previous child born with a chromosomal abnormality. Indications for genetic amniocentesis include advanced maternal age. inborn errors of metabolism (like cystic fibrosis). and family history of neural tube defects. . and enzyme deficiencies (like Tay-Sachs disease).Pros • The amniocentesis can be used in early pregnancy to detect genetic defects in the fetus due to chromosomal abnormalities (like Down syndrome). parent carrying a chromosomal abnormality. neural tube defects (like spina bifida). sex-linked defects (like hemophilia).
Cons • Complications are rare but some can be serious. leading to fetal distress and intrauterine fetal death. or umbilical cord may be punctured inadvertently. fetus. The placenta. Placental perforation could result in hemorrhage from the fetal circulation. causing injuries ranging from minor scratches of fetal parts to intrauterine hemorrhage. . which could lead to fetal anemia or to increased sensitization of a Rh negative mother. Other hazards include induction of preterm labor and intraamniotic infection.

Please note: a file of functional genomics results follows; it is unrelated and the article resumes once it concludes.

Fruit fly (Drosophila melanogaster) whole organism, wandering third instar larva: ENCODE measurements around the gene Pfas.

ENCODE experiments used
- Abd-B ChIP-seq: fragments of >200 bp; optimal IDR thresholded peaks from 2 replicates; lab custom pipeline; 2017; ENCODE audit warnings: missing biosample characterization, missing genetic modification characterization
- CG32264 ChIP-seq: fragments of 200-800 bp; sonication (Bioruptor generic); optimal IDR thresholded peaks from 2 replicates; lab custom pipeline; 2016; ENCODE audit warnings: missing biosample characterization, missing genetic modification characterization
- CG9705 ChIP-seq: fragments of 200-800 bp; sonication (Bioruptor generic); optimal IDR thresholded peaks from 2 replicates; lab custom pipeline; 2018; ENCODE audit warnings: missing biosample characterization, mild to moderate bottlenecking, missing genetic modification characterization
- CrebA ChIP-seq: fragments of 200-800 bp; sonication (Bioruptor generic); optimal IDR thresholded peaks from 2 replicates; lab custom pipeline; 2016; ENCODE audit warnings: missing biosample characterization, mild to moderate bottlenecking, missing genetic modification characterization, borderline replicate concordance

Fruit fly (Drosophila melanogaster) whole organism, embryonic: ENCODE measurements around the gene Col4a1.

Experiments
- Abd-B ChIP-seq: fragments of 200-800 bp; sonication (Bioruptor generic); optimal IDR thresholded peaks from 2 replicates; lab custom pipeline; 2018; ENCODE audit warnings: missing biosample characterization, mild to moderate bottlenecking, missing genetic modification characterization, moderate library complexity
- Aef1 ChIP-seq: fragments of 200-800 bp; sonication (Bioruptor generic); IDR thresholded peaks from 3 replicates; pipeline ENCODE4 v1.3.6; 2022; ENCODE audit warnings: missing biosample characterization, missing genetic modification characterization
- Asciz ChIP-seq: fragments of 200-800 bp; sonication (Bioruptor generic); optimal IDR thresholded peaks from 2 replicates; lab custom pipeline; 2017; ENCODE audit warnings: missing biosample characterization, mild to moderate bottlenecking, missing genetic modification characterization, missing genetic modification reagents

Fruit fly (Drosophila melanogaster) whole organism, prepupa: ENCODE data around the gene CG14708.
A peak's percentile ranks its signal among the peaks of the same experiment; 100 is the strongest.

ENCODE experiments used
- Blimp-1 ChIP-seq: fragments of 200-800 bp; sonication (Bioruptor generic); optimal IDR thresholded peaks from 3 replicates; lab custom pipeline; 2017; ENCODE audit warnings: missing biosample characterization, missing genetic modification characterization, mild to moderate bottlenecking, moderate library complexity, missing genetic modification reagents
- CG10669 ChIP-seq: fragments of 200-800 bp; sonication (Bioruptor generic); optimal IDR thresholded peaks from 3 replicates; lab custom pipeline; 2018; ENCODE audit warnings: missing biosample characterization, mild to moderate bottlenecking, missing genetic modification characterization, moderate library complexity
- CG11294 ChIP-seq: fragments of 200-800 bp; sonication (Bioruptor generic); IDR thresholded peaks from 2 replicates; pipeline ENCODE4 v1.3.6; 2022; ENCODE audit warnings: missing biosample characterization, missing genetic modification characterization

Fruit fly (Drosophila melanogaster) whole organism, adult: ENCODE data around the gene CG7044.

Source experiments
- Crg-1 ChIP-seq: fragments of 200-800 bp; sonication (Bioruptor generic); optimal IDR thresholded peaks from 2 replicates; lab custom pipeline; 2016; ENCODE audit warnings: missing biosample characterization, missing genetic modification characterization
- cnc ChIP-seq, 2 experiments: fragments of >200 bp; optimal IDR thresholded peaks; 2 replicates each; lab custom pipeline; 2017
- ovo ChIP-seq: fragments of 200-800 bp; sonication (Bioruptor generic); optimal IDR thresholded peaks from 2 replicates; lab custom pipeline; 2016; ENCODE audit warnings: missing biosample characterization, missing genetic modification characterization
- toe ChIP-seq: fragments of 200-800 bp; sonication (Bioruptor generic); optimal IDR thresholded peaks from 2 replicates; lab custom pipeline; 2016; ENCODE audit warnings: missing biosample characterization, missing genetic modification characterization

Chorionic Villus Sampling (CVS) .
which is done in a different diagnostic test called amniocentesis. • this test is usually performed between 10 and 13 weeks of pregnancy.Chorionic Villus Sampling (CVS) • is a prenatal test that is mainly used to learn about the chromosomes of a developing baby. . • CVS is done by taking a sample of chorionic tissue from your placenta as opposed to taking a sample of amniotic fluid.
a catheter is passed via the vagina through the cervix and into the uterus to the developing placenta under ultrasound guidance. .• In this procedure.